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Fw: For any who knew Sue Alexander

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  • Dotti Enderle
    This is about Sue Alexander, whom the SCBWI award was named after. From Lin Oliver: It’s with a heavy heart that we bring you this news. Sue Alexander
    Message 1 of 1 , Jul 4, 2008
      This is about Sue Alexander, whom the SCBWI award was named after.

      From Lin Oliver:

      It’s with a heavy heart that we bring you this news. Sue Alexander passed away suddenly this evening. She was sitting and talking with her husband Joel around dinner time, and suddenly, she said, “Oh My God” and was gone. Steve and I learned of her death from Sue’s dear friend Betsy James, just minutes after her passing.

      Steve and I are at the office late, reeling from this shocking and sad news. We all know what a vital life force Sue was, and her contribution to the creation of SCBWI was immeasurable. Through all the years, she helped create, sustain and guide the organization, and took justifiable pride in what we have created together. Just this week, we all witnessed on the list serve her fierce dedication to what she believed was right. There was never any doubt either about her opinions or about her commitment to doing what she thought best for this organization that she so lovingly nurtured from its inception.

      This is a sad evening here at the SCBWI office, however, we can all take comfort in the fact that Sue died without the pain or suffering that she dreaded, and that up until her very last breath, she was full of ideas and joy and fight.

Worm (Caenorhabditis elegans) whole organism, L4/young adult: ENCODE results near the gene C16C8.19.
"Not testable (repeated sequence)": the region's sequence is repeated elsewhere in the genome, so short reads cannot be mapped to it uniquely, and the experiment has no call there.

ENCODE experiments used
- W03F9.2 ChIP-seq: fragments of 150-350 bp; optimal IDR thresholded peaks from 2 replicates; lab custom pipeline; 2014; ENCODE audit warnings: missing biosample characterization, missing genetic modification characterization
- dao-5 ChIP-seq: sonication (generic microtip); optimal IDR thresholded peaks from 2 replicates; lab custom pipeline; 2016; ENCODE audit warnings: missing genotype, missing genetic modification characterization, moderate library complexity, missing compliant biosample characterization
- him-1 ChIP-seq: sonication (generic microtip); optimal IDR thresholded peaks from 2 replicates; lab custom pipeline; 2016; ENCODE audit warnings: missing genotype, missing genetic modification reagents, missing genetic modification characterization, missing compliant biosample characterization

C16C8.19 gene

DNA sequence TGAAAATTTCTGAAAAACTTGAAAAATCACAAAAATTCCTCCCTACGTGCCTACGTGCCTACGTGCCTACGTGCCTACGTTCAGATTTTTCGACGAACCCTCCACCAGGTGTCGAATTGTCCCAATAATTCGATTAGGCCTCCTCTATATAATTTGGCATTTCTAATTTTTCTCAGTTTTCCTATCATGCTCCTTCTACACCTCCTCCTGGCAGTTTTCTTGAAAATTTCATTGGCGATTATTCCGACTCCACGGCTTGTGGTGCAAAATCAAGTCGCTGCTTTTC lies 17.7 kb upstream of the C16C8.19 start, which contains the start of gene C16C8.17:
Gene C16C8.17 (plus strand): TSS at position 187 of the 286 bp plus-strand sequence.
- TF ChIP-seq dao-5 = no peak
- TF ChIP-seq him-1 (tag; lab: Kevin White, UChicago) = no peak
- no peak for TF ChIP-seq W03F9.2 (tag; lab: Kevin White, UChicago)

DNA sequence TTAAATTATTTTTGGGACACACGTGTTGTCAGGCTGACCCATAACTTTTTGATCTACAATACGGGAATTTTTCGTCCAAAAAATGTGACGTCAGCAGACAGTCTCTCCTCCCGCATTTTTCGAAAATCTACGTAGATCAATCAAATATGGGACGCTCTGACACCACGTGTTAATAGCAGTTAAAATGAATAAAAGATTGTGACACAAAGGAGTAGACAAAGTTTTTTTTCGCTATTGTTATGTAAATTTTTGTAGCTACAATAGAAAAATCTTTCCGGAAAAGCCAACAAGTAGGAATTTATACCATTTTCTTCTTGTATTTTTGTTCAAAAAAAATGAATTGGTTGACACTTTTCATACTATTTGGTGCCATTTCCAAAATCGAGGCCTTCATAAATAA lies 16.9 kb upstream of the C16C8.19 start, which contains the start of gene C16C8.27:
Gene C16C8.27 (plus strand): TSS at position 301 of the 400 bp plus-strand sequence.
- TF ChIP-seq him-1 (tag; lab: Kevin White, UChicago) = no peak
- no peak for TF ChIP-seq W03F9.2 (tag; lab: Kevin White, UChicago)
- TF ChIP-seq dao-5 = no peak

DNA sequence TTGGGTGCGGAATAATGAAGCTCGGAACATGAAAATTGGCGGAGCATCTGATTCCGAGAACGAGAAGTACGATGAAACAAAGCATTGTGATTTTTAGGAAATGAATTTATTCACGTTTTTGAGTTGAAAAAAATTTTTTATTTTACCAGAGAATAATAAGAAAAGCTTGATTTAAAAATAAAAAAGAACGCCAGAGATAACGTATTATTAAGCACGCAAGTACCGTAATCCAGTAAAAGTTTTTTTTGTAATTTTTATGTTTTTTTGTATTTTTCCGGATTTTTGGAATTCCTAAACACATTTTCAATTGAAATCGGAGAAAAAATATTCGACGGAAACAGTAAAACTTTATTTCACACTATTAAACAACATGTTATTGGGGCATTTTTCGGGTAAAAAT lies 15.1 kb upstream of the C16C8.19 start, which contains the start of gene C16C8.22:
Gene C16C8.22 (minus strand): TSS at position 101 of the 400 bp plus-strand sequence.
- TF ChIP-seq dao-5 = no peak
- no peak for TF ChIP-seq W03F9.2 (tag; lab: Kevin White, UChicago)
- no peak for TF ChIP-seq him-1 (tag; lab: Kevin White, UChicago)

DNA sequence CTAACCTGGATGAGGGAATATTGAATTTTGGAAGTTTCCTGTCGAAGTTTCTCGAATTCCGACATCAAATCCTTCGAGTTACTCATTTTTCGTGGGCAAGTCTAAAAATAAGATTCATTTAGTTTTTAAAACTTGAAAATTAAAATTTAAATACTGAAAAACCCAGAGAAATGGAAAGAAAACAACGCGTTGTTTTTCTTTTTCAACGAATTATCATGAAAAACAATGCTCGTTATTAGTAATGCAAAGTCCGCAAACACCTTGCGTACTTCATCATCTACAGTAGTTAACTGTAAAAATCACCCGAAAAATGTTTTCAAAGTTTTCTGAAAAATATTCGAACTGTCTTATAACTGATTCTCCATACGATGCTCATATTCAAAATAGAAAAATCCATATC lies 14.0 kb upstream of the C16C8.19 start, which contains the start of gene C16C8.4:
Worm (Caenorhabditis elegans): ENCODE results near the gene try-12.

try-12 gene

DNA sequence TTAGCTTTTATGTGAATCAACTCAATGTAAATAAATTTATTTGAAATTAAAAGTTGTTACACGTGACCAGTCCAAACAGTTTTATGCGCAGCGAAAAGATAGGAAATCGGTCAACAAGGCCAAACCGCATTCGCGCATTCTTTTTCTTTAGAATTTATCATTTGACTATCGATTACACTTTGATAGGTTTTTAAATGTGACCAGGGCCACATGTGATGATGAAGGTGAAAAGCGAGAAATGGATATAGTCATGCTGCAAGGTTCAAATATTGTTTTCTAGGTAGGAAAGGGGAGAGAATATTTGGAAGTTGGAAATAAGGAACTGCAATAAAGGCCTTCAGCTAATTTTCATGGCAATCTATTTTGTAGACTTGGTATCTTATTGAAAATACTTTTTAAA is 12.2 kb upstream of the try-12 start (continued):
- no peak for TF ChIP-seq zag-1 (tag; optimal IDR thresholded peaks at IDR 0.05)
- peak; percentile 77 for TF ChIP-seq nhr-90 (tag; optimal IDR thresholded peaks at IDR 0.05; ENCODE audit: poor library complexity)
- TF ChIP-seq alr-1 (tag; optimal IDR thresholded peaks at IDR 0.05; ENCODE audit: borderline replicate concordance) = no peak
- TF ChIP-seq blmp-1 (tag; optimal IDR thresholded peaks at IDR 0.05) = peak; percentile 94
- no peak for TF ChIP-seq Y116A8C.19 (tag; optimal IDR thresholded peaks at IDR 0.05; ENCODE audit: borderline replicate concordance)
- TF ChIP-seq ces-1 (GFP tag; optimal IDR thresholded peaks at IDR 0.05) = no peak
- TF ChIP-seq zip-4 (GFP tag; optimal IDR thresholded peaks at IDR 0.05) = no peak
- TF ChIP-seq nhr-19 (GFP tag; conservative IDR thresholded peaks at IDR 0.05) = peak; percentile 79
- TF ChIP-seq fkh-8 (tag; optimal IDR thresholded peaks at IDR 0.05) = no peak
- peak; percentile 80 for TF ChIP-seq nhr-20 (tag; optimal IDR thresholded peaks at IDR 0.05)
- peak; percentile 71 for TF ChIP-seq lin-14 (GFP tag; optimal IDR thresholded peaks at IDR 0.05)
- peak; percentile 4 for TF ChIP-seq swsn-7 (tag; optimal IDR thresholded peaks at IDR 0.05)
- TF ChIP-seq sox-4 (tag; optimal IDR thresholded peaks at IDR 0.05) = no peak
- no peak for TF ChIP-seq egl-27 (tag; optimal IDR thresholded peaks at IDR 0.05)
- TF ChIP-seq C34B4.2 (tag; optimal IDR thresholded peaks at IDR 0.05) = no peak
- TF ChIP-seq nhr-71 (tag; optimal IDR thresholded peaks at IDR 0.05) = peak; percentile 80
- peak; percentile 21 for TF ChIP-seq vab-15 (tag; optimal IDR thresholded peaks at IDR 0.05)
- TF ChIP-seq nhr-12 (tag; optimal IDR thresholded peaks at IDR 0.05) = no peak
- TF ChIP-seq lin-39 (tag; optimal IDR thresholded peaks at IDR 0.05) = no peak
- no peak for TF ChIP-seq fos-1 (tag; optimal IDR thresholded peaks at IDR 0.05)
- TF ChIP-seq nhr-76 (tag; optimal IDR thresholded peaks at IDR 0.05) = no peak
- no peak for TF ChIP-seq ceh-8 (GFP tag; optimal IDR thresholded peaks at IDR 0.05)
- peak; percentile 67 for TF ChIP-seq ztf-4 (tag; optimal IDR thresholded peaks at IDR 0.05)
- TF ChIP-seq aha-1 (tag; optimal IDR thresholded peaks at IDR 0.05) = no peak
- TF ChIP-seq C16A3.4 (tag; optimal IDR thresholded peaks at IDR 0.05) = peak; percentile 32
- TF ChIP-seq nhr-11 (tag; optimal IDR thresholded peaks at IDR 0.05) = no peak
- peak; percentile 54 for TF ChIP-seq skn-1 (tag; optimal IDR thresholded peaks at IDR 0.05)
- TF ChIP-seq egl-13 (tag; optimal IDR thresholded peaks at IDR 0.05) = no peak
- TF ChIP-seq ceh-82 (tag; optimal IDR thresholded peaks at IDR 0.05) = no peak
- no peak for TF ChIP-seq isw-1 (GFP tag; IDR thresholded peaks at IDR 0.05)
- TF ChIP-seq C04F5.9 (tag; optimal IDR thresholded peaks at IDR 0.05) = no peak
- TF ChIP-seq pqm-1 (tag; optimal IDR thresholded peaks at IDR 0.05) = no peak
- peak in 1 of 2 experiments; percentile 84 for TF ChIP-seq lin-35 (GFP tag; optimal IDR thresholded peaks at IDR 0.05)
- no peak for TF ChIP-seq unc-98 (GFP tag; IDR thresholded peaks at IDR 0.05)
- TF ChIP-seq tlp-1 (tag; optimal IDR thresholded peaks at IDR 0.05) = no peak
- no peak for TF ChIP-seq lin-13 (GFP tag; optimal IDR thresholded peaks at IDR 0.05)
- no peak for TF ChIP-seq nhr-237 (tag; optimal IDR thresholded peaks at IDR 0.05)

Sue’s children, Stacy, Marc and Glenn, are on their way to Los Angeles to be with Joel. At present, the family is still making plans. The SCBWI will hold a celebration of Sue’s life at the August conference, and perhaps sometime earlier as well, if her family would like. The Sue Alexander Award exists and will continue her legacy.

      The address at Sue’s home is: 6846 McLaren Ave., West Hills, CA. 91307.

      This is what I wrote to Lin:

      Oh Lin, oh everybody, this is the first thing I read this morning here in Scotland, my hands over my mouth, tears running down my cheeks. Sue was one of my oldest, dearest friends. We first met at a conference at Colorado Women's College (I was teaching, she was attending) and she told me about these two young writers named Lin and Steve who were thinking about starting a new organization. She had just joined. I was the second.

      Sue hadn't sold any books yet, though had been getting published in magazines like Humpty Dumpty. And she had with her to show to her teachers (Frances Keene, Uri Shulevitz, and me) about 40 (I kid you not) manuscripts. They all had a spark, but were still too much like the stories she admired by Sendak and others. But we stayed in close touch (by mail, this was back in the Pleistocene, no email yet) through the years. I went through her first and subsequent publications with her, got her to her beloved agent Marilyn, joyed when things went well with her, sorrowed when they didn't. It was a long distance friendship, emphasis on long.

      Sue was feisty, overwhelmingly warm-hearted, hardworking (for years she turned over one room in her house to collecting the books for the Golden Kite judges), funny, dear, opinionated, tender. . .I could go on and on.

      What a hole in my heart. What a hole in our organization. She was so tiny and is leaving such a big space.


      Jane Yolen

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